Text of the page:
There was no significant difference regarding age, sex, preoperative BMI, thyroxin dose, duration of hypothyroidism, and postoperative EWL between the two subgroups (IH and UH) (Table 5).
|Improved hypothyroidism (IH)||Unchanged hypothyroidism (UH)||P
|Preoperative thyroxin dose||125 ± 50||150 ± 50||NS|
|EWL (%) at 1 year||72 ± 17.18%||70 ± 11.13%||NS|
Table 5: Comparison between two subgroups of Group A: IH and UH (Data presented in mean ± SD).
Insidious hypothyroidism in patients undergoing major surgery can produce severe derangements of normal physiology, including depression of myocardial function and decreased hypoxic and ventilatory responses. Therefore, hypothyroid patients should be given thyroid replacement and be brought into the euthyroid range before major surgery .
Hypothyroidism is one of the most common endocrinologic disorders associated with weight gain, with continued weight gain despite normal thyroid function tests; these patients rarely return to their premorbid weight. It has been hypothesized that elevated TSH concentrations stimulate pre adipocyte differentiation, thus inducing adipogenesis .
As stated by Reinehr, fat tissue could affect thyroid hormones in a number of ways. First, leptin, an adipocyte-derived hormone, stimulates hypothalamic thyrotropin-releasing hormone (TRH) gene expression. Second, there is a change in deiodinase activity in central and/or peripheral tissue. Third, there is hormone resistance in obese subjects as a result of a euthyroid T3 receptor decrease. Fourth, a partially bioinactive TSH protein in obese subjects has been speculated .
Different authors proved decrease in TSH level after bariatric surgery in euthyroid, subclinical hypothyroidism and clinical hypothyroidism.
Abu-Ghanem et al.  found significant decrease in TSH with no change in FT4 in patients after LSG compared to results seen after LRYGB by Moulin et al. and Chikunguwoet al. in euthyroid patients [8,9].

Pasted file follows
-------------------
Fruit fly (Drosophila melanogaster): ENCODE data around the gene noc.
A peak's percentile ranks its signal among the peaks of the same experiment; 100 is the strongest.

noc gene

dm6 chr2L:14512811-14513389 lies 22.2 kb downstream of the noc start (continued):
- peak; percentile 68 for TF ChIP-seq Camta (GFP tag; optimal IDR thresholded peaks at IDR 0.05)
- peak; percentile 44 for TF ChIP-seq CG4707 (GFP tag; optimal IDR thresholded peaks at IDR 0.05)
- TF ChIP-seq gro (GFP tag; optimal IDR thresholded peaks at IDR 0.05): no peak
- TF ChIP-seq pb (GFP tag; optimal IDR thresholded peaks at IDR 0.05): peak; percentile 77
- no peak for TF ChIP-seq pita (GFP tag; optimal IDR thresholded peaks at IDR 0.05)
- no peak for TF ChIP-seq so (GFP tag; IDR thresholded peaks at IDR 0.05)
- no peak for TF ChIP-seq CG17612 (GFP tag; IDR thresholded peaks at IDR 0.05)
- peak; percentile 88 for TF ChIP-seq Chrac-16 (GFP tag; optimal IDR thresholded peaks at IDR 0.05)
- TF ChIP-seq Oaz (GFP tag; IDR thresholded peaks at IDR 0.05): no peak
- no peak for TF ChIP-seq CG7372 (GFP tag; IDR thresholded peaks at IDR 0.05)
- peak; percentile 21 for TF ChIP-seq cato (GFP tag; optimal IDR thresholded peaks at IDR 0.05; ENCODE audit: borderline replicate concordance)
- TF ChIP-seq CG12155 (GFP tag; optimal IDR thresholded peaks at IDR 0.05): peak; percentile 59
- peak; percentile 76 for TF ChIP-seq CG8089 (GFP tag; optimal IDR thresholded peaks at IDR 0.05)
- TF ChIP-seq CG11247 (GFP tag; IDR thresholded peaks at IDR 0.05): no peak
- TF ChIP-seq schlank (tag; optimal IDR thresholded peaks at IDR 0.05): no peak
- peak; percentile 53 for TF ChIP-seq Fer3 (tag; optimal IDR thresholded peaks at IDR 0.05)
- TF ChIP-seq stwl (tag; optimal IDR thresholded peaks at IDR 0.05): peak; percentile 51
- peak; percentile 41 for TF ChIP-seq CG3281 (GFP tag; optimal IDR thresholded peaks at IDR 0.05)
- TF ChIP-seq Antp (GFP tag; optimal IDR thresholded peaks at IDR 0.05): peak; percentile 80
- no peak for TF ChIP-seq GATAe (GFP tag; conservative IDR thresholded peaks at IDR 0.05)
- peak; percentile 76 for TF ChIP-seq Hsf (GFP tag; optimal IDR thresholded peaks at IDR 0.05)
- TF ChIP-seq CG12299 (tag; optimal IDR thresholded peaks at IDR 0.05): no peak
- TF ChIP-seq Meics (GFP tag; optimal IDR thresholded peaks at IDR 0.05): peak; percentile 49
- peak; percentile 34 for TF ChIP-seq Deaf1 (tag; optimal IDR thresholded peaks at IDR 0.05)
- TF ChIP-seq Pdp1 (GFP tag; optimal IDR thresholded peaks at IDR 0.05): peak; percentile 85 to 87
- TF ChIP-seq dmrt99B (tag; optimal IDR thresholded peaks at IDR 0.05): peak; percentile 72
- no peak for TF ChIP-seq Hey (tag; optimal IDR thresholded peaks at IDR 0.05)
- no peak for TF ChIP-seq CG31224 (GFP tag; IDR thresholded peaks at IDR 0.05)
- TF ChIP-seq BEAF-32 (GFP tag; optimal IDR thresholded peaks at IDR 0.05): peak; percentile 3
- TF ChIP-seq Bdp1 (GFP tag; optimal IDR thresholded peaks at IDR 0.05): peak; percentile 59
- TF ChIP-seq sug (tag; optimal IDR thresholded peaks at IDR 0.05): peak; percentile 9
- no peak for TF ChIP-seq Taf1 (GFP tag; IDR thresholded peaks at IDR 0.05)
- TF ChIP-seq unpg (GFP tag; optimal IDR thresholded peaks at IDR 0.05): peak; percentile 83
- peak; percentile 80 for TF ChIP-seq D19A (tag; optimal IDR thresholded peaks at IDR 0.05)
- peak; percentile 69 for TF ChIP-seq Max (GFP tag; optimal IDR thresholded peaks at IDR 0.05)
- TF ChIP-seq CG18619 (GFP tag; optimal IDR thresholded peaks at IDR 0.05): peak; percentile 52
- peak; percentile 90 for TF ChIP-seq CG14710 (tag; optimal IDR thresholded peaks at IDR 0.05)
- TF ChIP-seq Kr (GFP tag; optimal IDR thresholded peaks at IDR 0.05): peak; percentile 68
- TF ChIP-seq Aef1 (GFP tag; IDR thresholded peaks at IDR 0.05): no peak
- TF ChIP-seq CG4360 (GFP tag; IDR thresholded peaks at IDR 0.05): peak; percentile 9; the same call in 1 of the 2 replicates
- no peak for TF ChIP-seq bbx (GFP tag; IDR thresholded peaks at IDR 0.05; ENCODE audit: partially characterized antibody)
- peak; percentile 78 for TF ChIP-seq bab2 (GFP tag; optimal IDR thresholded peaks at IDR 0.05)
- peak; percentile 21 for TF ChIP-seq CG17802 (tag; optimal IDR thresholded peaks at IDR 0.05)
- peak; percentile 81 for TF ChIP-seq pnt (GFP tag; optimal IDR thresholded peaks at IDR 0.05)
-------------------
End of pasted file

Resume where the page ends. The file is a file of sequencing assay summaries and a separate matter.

Status of subclinical hypothyroidism (SCH) in which there are mildly elevated serum thyrotropin (TSH) and normal levels of free thyroxin (fT4) is usually asymptomatic and found to be present in up to 25% of obese patients during routine preoperative screening .
Complete resolution of subclinical hypothyroidism after LRYGB found by Moulin et al. and Chikunguwoet al. and after LSG found by Ruiz-Tovar et al. suggests that, in morbidly obese subjects, SCH is just a consequence of the abnormal fat accumulation and not a real hypothyroid state, indicating that obesity causes TSH elevation rather than the reverse unless thyroid autoimmunity is positive .
In our study we found no significant difference in excess weight loss at 3,6 and 12 months after surgery between two groups, so treated hypothyroidism appears not to be a determining factor in the outcome of obese patients regarding postoperative weight loss.
Similar results were reported by Szomstein et al. in which they compared two matched groups of patients: one with clinical hypothyroid and the other with euthyroid, and they revealed no difference in weight loss at 3 and 9 months after LRYGB .
In our study the dose of L-thyroxin was highly significantly decreased (0.0031) from 130.76 ± 49.11 (mcg/d) to 69.23 ± 67.81(mcg/d) in 10/13 patients (77%), with complete resolution in 5/13(38.5%); 5 patients (38.5%) had reduction of dose, while 3/13 patients (23%) continued on the same preoperative thyroxin dose.